Canada Revives Infosy's North America Dream

The meeting of the Governor General of Canada with IT behemoth Infosys is likely to raise hope for the sector and its North American aspirations amid visa uncertainty.

Published: 28th February 2014 06:00 AM  |   Last Updated: 28th February 2014 01:26 AM   |  A+A-


The meeting of the Governor General of Canada with IT behemoth  Infosys is likely to raise hope for the sector and its North American aspirations amid visa uncertainty.

Infosys and other IT companies like Wipro and TCS are said to have considerable operations in Canada and are some of the bigger employers in the country despite the small size of Canada’s IT market.

Indian workers constitute one of the largest workforce in the country but with stringent temporary foreign workers programme, many companies were forced to revisit their offshore programmes.

On concerns amid tightening of visa, Stewart Beck, High Commissioner of Canada to India said, “so they will be moving people back and forth and we see Canada, because we have a North American Free Trade Agreement, as an excellent location for Indian as well as other companies to locate and to capitalise on the North American market.”

The Governor General and Commander-in-Chief of Canada, David Johnston and his delegation met with top management at Infosys for a panel discussion on Innovation. The panel is said to have touched upon areas such as need for governments to simplifying rules of cross border trade and encourage startups to become global, the right kind of policies, along with enabling incentives, that are the need of the hour for startups to become best-in-class among other topics.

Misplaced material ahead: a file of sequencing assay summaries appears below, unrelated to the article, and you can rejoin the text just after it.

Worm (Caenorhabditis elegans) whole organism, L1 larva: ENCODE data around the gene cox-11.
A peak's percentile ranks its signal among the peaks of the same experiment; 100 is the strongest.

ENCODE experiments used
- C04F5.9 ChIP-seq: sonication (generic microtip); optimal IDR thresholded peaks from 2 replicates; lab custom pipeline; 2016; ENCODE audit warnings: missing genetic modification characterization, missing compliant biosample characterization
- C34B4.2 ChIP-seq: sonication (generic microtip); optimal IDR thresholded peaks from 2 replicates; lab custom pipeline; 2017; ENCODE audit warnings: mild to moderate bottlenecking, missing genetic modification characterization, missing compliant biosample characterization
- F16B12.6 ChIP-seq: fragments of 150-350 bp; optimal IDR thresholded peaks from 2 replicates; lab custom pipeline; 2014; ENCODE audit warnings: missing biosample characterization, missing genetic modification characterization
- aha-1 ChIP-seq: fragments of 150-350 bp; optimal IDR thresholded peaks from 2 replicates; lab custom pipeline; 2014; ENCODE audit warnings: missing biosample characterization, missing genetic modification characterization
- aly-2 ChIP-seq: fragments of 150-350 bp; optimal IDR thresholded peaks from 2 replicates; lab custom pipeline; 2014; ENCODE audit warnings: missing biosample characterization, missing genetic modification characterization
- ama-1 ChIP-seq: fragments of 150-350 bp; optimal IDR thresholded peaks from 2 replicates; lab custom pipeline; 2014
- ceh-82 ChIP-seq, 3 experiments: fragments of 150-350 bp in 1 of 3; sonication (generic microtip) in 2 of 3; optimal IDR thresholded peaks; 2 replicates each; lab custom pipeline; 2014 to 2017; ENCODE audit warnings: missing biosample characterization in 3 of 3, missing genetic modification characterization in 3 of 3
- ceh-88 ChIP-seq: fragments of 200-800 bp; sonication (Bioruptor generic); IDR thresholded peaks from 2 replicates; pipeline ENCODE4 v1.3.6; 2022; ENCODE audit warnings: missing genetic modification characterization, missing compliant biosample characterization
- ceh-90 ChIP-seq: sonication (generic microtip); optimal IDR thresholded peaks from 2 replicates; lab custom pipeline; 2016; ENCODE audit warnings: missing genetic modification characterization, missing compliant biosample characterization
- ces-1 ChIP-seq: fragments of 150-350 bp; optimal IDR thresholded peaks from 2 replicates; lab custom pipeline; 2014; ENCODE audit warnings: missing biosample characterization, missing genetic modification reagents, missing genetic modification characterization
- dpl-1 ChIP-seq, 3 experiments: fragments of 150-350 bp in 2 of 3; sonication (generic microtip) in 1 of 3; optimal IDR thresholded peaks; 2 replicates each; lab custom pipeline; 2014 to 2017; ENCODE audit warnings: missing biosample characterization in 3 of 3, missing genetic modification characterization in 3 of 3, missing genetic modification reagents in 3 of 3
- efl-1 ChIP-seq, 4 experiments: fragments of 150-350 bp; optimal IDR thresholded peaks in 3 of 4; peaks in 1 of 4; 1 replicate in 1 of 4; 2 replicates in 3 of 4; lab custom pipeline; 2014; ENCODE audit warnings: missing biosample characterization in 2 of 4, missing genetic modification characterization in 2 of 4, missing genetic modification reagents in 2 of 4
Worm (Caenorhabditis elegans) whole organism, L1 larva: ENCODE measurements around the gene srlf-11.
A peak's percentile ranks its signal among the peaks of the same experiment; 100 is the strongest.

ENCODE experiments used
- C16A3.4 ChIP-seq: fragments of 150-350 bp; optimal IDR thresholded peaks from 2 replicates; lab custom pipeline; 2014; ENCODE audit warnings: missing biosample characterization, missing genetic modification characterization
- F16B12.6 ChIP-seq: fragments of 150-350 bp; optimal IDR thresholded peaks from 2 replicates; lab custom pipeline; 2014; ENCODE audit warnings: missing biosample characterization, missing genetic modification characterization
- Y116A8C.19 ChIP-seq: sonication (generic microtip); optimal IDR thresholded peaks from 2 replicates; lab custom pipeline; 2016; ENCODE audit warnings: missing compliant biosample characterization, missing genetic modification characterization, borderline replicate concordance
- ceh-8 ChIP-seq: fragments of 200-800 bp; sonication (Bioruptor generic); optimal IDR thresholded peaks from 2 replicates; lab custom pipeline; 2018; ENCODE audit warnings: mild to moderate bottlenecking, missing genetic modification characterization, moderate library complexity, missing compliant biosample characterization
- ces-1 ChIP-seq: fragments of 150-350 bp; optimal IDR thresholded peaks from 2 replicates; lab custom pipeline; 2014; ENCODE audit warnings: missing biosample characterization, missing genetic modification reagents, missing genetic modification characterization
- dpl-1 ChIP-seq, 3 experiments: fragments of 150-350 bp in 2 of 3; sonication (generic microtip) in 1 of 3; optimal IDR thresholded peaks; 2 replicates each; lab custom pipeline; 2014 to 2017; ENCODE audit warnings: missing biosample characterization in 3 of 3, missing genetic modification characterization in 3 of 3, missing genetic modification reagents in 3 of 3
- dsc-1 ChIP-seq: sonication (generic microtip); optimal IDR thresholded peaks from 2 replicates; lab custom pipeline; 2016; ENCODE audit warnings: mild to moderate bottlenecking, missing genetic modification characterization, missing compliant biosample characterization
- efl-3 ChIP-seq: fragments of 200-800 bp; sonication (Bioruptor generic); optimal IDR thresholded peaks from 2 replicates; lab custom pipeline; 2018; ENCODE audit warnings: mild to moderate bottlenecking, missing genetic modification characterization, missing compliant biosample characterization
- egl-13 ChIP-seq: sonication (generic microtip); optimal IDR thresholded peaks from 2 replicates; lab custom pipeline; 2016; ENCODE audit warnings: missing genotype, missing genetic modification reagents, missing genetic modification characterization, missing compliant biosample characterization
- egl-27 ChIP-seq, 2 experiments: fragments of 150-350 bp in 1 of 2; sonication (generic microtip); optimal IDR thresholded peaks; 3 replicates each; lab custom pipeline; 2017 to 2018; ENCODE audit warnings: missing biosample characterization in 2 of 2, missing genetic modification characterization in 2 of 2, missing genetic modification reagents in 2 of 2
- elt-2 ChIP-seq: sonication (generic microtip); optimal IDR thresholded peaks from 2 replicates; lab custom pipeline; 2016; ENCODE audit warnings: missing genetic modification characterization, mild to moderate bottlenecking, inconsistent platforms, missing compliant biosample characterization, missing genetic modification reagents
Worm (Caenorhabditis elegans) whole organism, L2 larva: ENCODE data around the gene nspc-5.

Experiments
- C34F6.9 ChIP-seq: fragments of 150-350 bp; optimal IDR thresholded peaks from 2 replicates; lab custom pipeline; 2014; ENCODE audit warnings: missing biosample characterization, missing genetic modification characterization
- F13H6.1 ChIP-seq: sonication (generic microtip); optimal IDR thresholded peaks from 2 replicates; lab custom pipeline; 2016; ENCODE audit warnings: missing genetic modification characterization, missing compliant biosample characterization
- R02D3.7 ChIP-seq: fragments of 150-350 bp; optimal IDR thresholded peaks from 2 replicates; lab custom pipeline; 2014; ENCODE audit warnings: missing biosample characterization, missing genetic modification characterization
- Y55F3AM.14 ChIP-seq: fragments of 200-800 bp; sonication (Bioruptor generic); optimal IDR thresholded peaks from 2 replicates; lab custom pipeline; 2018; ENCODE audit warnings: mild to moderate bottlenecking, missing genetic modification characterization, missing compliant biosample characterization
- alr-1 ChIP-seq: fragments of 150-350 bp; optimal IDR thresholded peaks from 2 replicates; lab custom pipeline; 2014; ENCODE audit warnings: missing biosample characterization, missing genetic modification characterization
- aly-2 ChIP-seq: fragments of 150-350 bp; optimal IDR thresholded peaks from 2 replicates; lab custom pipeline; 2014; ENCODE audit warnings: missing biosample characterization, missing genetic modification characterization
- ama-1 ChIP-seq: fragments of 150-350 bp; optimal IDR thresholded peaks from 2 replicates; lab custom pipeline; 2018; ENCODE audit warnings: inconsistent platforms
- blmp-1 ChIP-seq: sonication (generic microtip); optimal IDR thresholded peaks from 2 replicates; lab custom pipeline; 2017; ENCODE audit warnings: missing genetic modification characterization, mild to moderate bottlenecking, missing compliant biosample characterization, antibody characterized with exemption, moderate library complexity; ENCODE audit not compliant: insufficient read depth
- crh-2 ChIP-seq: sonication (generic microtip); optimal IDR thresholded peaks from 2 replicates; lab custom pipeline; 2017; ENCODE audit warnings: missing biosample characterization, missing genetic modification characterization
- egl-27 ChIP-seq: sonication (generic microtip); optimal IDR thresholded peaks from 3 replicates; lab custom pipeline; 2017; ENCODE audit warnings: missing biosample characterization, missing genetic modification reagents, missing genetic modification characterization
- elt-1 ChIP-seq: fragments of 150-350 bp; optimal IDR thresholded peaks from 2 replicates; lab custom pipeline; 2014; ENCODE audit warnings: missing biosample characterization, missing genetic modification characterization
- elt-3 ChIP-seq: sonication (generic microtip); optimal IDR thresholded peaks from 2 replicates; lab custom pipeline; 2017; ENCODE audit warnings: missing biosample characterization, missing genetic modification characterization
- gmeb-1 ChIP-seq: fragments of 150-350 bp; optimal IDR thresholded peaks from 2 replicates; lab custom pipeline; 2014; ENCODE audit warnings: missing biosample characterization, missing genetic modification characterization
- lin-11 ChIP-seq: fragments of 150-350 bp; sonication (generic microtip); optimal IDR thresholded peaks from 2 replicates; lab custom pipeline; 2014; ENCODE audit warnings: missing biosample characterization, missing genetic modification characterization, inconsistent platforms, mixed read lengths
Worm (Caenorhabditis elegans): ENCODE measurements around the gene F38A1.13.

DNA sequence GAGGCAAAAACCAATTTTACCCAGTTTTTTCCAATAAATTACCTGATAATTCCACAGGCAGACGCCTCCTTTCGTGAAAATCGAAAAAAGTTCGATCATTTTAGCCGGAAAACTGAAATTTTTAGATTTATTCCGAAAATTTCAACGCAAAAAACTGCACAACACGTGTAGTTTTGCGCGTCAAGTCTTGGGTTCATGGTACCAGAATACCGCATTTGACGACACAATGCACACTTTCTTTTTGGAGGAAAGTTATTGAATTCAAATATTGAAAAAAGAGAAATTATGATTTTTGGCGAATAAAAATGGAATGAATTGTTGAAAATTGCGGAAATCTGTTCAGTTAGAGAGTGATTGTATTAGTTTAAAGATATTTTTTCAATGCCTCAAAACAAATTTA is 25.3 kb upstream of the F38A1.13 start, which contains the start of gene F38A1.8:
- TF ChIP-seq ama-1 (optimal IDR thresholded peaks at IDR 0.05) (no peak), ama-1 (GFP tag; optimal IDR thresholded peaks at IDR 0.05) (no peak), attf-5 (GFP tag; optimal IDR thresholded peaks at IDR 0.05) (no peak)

Canada’s location is near ideal for Indian IT companies due to the close proximity of the US, which is their biggest software export market. With the US all set to tighten their visa norms with the Comprehensive Immigration Reform Bill, close locations for client servicing and other operations will be an option Indian IT companies will consider carefully. 

On the cap on visas, Beck said that there are policies that the companies were expected to meet. “There are some sensitivities in the country that has to be recognised,” he said and added that Indian companies will have to go through labour market opinions and other mandatory procedures to bring in foreign workers.

Stating that these checks have been in place for many years, Beck acknowledged that it had become ‘an irritant’ to the Indian side. “So those companies that are doing a lot of business with Canada know how to deal with that problem.”


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